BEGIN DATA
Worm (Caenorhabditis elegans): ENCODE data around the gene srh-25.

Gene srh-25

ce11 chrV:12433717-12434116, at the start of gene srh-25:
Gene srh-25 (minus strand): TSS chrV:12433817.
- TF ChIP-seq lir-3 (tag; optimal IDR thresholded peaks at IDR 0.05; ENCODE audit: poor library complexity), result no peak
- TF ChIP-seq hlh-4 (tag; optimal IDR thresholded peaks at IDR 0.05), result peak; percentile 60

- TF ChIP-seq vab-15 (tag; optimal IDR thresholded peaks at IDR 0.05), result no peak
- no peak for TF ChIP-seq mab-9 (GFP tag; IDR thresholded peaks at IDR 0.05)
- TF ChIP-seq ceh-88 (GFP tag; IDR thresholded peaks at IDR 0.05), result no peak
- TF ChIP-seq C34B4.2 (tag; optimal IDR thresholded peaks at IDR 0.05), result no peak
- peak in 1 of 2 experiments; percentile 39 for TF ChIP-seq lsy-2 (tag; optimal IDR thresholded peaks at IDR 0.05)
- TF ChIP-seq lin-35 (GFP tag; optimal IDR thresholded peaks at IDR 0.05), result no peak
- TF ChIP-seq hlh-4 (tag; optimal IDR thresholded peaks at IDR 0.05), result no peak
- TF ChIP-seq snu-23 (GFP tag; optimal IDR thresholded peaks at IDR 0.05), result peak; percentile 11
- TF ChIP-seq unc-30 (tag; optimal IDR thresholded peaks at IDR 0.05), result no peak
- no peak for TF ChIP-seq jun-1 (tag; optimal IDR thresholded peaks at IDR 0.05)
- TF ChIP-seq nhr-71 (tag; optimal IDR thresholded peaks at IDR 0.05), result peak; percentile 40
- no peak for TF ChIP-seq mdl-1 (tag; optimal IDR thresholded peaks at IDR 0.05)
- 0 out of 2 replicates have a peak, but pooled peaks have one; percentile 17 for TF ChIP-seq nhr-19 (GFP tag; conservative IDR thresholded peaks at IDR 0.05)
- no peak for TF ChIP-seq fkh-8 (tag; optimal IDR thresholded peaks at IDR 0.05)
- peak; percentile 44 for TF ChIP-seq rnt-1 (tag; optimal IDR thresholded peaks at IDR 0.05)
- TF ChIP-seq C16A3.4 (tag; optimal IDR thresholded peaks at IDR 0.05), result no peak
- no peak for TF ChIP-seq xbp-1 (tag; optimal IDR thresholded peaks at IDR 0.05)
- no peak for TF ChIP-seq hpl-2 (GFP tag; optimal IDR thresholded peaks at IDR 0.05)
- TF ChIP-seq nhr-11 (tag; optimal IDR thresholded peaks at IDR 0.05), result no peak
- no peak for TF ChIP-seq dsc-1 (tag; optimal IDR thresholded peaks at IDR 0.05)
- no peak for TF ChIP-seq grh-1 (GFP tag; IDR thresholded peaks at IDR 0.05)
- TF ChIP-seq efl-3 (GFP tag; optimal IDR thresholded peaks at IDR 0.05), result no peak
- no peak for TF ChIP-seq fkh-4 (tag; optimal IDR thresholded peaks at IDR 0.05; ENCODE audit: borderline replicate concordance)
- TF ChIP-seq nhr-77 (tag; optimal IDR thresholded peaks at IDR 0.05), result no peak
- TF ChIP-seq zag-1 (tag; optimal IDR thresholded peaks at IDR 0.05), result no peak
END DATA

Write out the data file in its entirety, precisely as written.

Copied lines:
Worm (Caenorhabditis elegans): ENCODE data around the gene srh-25.

Gene srh-25

ce11 chrV:12433717-12434116, at the start of gene srh-25:
Gene srh-25 (minus strand): TSS chrV:12433817.
- TF ChIP-seq lir-3 (tag; optimal IDR thresholded peaks at IDR 0.05; ENCODE audit: poor library complexity), result no peak
- TF ChIP-seq hlh-4 (tag; optimal IDR thresholded peaks at IDR 0.05), result peak; percentile 60

- TF ChIP-seq vab-15 (tag; optimal IDR thresholded peaks at IDR 0.05), result no peak
- no peak for TF ChIP-seq mab-9 (GFP tag; IDR thresholded peaks at IDR 0.05)
- TF ChIP-seq ceh-88 (GFP tag; IDR thresholded peaks at IDR 0.05), result no peak
- TF ChIP-seq C34B4.2 (tag; optimal IDR thresholded peaks at IDR 0.05), result no peak
- peak in 1 of 2 experiments; percentile 39 for TF ChIP-seq lsy-2 (tag; optimal IDR thresholded peaks at IDR 0.05)
- TF ChIP-seq lin-35 (GFP tag; optimal IDR thresholded peaks at IDR 0.05), result no peak
- TF ChIP-seq hlh-4 (tag; optimal IDR thresholded peaks at IDR 0.05), result no peak
- TF ChIP-seq snu-23 (GFP tag; optimal IDR thresholded peaks at IDR 0.05), result peak; percentile 11
- TF ChIP-seq unc-30 (tag; optimal IDR thresholded peaks at IDR 0.05), result no peak
- no peak for TF ChIP-seq jun-1 (tag; optimal IDR thresholded peaks at IDR 0.05)
- TF ChIP-seq nhr-71 (tag; optimal IDR thresholded peaks at IDR 0.05), result peak; percentile 40
- no peak for TF ChIP-seq mdl-1 (tag; optimal IDR thresholded peaks at IDR 0.05)
- 0 out of 2 replicates have a peak, but pooled peaks have one; percentile 17 for TF ChIP-seq nhr-19 (GFP tag; conservative IDR thresholded peaks at IDR 0.05)
- no peak for TF ChIP-seq fkh-8 (tag; optimal IDR thresholded peaks at IDR 0.05)
- peak; percentile 44 for TF ChIP-seq rnt-1 (tag; optimal IDR thresholded peaks at IDR 0.05)
- TF ChIP-seq C16A3.4 (tag; optimal IDR thresholded peaks at IDR 0.05), result no peak
- no peak for TF ChIP-seq xbp-1 (tag; optimal IDR thresholded peaks at IDR 0.05)
- no peak for TF ChIP-seq hpl-2 (GFP tag; optimal IDR thresholded peaks at IDR 0.05)
- TF ChIP-seq nhr-11 (tag; optimal IDR thresholded peaks at IDR 0.05), result no peak
- no peak for TF ChIP-seq dsc-1 (tag; optimal IDR thresholded peaks at IDR 0.05)
- no peak for TF ChIP-seq grh-1 (GFP tag; IDR thresholded peaks at IDR 0.05)
- TF ChIP-seq efl-3 (GFP tag; optimal IDR thresholded peaks at IDR 0.05), result no peak
- no peak for TF ChIP-seq fkh-4 (tag; optimal IDR thresholded peaks at IDR 0.05; ENCODE audit: borderline replicate concordance)
- TF ChIP-seq nhr-77 (tag; optimal IDR thresholded peaks at IDR 0.05), result no peak
- TF ChIP-seq zag-1 (tag; optimal IDR thresholded peaks at IDR 0.05), result no peak